My admission was courtesy of Boston Ballet. 

Monday, October 27, 2014

Boston Ballet's Swan Lake

Boston Ballet will mark the world premiere of Mikko Nissinen’s interpretation of Swan Lake this Thursday, October 30. The classic story of Odette, a princess-turned-swan, was originally composed by Pyotr Ilyich Tchaikovsky in 1875. Through his intricate, yet dramatic touch, Nissinen will resurrect the famed ballet through spellbinding moves, enchanting sets and mystical costumes by designer Robert Perdziola.

“Swan Lake is one of the greatest ballets of all time, set to a score that is celebrated throughout the world,” said Nissinen in a press release. “After a six year hiatus, I am so excited to bring this exquisite classic back to Boston with a fresh look.”

This will be my first time experiencing Swan Lake on stage; and if you’re a lover of art, sound and style like I am, you know this magic is not to be missed. I've been waiting for this ballet's debut since August when company ballerinas sauntered into the Boston Public Garden wearing Swan Lake costumes. In an effort to promote Nissinen’s new production, the team re-created a photo shoot from the 1970s where dancers first posed on swan boats in costume.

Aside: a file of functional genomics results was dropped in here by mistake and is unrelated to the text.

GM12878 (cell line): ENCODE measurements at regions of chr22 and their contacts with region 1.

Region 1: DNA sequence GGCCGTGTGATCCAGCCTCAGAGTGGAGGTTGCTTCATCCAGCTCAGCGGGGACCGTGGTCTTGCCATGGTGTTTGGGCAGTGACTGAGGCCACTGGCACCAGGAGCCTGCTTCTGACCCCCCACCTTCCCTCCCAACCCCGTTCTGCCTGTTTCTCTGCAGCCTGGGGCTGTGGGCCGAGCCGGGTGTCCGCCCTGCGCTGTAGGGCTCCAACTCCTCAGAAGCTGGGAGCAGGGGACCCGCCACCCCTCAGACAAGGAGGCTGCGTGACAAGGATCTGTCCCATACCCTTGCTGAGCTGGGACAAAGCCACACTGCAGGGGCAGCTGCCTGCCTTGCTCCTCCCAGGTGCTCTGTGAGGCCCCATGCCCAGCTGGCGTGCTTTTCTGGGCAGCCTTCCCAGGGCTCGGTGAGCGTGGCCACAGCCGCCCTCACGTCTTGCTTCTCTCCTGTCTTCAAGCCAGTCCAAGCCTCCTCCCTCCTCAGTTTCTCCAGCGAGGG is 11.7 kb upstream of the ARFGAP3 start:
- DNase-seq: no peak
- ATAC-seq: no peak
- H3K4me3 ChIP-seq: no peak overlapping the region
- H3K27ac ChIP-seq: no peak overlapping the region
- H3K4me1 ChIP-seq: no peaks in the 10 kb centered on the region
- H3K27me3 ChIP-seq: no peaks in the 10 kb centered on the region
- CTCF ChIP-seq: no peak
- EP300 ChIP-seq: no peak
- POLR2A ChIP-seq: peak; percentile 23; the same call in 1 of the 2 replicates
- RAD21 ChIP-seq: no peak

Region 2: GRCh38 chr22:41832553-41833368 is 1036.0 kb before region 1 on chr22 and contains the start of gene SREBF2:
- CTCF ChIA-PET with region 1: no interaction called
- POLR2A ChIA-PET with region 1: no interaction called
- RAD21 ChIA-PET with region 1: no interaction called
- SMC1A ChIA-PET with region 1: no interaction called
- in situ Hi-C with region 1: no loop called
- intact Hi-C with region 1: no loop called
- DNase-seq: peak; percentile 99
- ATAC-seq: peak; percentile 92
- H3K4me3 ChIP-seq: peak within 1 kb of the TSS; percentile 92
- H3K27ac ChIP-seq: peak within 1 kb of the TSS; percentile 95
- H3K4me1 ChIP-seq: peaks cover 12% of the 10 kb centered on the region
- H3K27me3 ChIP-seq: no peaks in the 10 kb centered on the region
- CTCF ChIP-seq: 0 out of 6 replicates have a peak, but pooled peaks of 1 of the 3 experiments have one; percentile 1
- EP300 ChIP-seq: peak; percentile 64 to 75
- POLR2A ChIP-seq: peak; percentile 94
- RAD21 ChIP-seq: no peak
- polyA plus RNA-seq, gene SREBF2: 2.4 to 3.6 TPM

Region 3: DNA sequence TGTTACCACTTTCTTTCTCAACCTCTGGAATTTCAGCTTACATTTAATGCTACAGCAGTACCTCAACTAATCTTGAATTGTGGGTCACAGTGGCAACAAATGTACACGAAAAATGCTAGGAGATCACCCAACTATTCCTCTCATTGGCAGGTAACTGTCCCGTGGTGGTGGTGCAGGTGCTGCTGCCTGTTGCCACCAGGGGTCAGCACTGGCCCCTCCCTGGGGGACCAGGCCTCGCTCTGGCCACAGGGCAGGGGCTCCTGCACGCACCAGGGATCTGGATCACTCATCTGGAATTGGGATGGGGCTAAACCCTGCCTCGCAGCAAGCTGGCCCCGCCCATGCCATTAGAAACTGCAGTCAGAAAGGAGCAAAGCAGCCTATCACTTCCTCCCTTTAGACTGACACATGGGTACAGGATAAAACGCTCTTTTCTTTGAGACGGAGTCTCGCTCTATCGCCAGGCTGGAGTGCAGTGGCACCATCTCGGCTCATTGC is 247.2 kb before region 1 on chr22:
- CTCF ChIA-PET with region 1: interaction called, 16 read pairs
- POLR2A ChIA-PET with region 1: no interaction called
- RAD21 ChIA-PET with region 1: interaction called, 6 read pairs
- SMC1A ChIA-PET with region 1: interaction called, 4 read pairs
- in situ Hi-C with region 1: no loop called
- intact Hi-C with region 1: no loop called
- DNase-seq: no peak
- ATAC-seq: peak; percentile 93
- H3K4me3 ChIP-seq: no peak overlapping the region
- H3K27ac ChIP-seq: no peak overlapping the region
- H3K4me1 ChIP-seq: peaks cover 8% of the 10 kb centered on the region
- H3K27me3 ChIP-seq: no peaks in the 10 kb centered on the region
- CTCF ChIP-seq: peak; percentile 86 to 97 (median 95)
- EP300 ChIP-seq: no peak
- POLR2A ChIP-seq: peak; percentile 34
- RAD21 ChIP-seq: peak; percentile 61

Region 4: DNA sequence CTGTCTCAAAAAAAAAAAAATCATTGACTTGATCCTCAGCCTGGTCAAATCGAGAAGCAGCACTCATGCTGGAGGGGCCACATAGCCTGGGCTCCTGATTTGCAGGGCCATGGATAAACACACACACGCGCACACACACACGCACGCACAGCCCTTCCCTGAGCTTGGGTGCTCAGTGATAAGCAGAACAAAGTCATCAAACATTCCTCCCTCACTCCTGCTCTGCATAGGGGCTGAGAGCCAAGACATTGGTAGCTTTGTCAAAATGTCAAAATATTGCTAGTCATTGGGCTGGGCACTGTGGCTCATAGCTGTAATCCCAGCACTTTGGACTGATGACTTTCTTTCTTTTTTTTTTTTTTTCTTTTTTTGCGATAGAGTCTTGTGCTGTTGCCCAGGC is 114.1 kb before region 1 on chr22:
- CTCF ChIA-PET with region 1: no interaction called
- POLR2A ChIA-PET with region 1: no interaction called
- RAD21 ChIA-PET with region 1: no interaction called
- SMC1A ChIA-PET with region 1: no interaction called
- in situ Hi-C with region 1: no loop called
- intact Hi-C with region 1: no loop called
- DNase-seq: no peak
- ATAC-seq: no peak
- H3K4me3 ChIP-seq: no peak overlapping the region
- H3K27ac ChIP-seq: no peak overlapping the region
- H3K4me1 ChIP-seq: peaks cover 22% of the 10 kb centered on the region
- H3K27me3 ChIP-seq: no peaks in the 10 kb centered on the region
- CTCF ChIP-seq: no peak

Photo courtesy of the Harvard Archives featuring former Boston Ballet dancers
Durine Alinova and Clyde Nantais from the 1970s

Photo courtesy of the Harvard Archives featuring former Boston Ballet dancers
Durine Alinova and Clyde Nantais from the 1970s

Boston Public Garden :: August 2014
Todd Lee Photography 

Boston Public Garden :: August 2014
Todd Lee Photography 

Boston Ballet is also celebrating Halloween with a masquerade night this Friday. Guests are invited to wear chic black and white attire and don a complimentary Swan Lake mask (available at the theatre) to complete their masquerade look. Guests are also encouraged to snap festive photos (in the lobby) and post their images on Facebook, Twitter and Instagram using #BBSwanLake for a chance to win tickets to a performance in spring 2015. 

Swan Lake runs through Sunday, November 16 at the Boston Opera House. Click here to purchase tickets. See you at the theatre, darling!

Admission to Swan Lake is courtesy of Boston Ballet.

Friday, October 24, 2014

Cat Town Cafe :: First Permanent Cat Cafe in the United States

Le Café des Chats, Paris

Last Sunday, the Boston Globe published two beautiful pieces about cat cafes. I was one of the writers asked to contribute a story about my visit to one of the most purrfect places in Paris (well, at least in my opinion), Le Café des Chats. If you follow me on Twitter and Facebook, you know just how much I adored my visit in April. An afternoon sitting with cats and savoring Champagne is all an American girl in Paris could ask for. Well, perhaps some Chanel and Hermès wouldn't hurt either. You can read all about Le Café des Chats here.